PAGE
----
The split-entry Cornelius house is designed in the Contemporary style – a name adopted in the post-war era for modern, high-style houses. For example, in an August 27, 1950 Spokesman-Review article entitled “‘Contemporary’ Homes Bring Modern Ideas to Spokane,” architect Royal McClure refers to his firm’s Meenach development as “built in the spirit of today, the age of expression.”
Contemporary houses were often designed by architects, in contrast to the more common Ranch-style homes of the era. Roofs typically have a low pitch and may include gable, shed, or flat roofs – or more expressionistic roof forms. Common characteristics include an emphasis on asymmetrical two-and three-dimensional compositions and an expansive use of glass, contrasted with clerestories above solid walls where privacy was important. Features shared with the Ranch-style house include an open floor plan, an orientation toward the rear yard, and the use of windows, courtyards, and other devices to “bring the outdoors in.” Natural materials such as stained wood, brick, and stone is common. One important way the Cornelius house differs from the typical post-war Contemporary house is its expanses of glass on both the front and rear facades.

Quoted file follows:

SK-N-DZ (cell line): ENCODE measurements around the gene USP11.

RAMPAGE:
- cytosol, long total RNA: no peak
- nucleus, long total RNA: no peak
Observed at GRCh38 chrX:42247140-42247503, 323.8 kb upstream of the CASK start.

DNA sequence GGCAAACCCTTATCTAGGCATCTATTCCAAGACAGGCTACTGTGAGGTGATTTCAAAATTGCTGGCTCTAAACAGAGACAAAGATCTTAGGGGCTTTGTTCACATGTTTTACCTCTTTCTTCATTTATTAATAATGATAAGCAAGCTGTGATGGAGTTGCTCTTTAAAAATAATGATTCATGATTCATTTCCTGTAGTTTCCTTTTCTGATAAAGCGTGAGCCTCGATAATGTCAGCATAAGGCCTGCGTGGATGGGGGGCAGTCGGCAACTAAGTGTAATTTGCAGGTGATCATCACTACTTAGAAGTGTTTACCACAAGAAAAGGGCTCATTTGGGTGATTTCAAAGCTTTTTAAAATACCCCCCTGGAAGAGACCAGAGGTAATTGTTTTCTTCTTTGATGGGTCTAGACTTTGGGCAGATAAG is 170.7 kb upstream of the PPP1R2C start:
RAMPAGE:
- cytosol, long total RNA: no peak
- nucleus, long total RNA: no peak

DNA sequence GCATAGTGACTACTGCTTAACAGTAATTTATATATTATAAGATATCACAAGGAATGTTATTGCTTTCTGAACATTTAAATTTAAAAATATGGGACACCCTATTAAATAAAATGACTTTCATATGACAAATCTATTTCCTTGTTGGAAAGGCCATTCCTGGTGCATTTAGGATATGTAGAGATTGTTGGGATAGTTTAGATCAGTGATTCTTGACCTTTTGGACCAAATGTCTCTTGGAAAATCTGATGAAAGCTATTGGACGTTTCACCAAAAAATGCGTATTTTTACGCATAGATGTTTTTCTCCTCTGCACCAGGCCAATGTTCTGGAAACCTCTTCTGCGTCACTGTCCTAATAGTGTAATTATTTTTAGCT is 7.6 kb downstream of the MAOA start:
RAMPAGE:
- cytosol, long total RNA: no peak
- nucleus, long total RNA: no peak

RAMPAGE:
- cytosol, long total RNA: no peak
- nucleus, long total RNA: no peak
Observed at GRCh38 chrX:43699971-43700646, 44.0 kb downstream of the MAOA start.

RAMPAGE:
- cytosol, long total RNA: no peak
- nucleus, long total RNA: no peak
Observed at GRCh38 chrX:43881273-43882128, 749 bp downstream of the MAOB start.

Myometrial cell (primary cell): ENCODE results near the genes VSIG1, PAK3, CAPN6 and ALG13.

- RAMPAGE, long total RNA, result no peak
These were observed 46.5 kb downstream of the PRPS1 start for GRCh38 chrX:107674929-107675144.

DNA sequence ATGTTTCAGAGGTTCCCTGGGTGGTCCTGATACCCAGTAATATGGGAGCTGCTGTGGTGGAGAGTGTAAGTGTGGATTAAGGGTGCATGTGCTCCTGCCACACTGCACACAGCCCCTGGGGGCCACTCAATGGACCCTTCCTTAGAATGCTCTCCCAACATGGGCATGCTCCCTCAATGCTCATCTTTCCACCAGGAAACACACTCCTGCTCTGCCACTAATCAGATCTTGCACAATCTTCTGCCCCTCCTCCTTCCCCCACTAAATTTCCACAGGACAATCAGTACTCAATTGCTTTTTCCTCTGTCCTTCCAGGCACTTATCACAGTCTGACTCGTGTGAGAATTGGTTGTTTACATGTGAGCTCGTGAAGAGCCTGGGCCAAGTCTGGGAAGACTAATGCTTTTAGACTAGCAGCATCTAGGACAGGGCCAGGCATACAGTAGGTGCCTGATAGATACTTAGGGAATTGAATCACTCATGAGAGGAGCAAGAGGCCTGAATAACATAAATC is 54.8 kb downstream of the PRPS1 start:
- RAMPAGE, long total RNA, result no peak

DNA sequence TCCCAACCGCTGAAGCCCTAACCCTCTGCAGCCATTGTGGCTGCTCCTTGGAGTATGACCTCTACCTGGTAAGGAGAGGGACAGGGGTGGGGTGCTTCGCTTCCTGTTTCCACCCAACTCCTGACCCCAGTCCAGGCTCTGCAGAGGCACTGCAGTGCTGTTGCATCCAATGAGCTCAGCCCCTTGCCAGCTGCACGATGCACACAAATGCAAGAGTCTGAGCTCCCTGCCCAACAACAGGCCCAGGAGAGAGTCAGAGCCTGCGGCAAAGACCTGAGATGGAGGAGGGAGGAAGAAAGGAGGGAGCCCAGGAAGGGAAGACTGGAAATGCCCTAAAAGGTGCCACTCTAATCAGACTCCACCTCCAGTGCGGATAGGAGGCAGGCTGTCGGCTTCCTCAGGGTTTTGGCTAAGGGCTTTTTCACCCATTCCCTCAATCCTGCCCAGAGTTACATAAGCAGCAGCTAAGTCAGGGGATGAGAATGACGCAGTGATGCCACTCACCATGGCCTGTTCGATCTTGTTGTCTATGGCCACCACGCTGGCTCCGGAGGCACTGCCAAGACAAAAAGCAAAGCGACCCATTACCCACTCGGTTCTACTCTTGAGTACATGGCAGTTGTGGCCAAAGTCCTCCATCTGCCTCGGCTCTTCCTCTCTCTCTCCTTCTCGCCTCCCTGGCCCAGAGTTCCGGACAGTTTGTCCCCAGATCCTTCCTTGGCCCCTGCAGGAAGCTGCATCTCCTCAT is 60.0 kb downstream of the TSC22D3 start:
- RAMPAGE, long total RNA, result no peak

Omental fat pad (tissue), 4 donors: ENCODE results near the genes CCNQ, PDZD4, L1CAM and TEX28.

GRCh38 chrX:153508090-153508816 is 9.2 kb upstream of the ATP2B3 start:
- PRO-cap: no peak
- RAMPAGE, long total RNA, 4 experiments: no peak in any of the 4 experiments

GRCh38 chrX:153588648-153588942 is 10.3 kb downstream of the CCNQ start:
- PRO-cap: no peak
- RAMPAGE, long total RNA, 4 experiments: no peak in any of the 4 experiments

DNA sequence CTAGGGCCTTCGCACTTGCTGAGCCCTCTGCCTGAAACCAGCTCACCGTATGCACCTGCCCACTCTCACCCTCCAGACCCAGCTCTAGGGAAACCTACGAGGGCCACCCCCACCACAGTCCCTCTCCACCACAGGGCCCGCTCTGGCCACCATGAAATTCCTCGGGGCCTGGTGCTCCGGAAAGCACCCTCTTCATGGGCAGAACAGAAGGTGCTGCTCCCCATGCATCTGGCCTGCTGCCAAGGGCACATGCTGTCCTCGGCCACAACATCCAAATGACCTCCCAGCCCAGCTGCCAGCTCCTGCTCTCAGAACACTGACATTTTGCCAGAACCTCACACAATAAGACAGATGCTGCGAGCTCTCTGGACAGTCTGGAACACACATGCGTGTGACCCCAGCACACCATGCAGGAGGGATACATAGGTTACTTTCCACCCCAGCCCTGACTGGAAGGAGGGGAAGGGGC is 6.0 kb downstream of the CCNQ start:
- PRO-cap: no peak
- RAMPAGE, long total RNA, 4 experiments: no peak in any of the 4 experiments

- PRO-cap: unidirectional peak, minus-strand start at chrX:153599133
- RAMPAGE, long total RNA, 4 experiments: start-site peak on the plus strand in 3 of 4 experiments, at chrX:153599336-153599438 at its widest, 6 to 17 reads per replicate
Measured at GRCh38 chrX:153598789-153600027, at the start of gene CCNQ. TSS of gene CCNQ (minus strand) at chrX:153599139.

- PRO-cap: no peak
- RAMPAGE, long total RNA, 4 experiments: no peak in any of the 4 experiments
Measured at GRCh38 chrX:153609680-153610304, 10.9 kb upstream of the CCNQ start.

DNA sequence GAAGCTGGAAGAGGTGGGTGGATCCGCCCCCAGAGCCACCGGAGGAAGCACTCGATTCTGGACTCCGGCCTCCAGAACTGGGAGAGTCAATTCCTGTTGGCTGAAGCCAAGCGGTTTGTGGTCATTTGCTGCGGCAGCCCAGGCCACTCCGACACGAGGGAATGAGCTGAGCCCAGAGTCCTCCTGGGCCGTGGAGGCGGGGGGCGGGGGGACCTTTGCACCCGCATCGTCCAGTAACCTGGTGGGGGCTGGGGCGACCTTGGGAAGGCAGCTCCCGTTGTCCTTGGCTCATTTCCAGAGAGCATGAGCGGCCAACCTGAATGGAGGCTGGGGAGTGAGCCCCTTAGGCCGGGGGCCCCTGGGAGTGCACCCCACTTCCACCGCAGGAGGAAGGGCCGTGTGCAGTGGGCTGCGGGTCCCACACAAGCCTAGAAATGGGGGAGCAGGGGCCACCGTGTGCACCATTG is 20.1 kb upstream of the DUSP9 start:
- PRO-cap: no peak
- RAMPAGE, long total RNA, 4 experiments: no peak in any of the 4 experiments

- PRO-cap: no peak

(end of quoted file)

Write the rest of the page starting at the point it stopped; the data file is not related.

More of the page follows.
Architects Royal A. McClure (1917-2006) and Thomas R. Adkison (1917-1986) established their Spokane firm in 1947. Following graduation from the University of Washington in 194, both went on to work for Seattle architect J. Lister Holmes, who was perhaps best known in the early 1940s as the chief architect for Seattle’s 878-unit Yesler Terrace Defense Housing project. McClure & Adkison’s work was widely published in many prestigious architectural publications of the day, including Architectural Forum, Arts + Architecture, and Progressive Architecture. From 1947 to 1966 they practiced throughout the state, designing schools, hospitals, clinics, and churches, particularly in the Spokane area and eastern Washington. One of their most highly visible commissions was the design of Spokane’s U.S. Court House and Federal Building, for which they teamed up with Culler, Gale, Martell, Norrie & Davis, and Walker & McGough.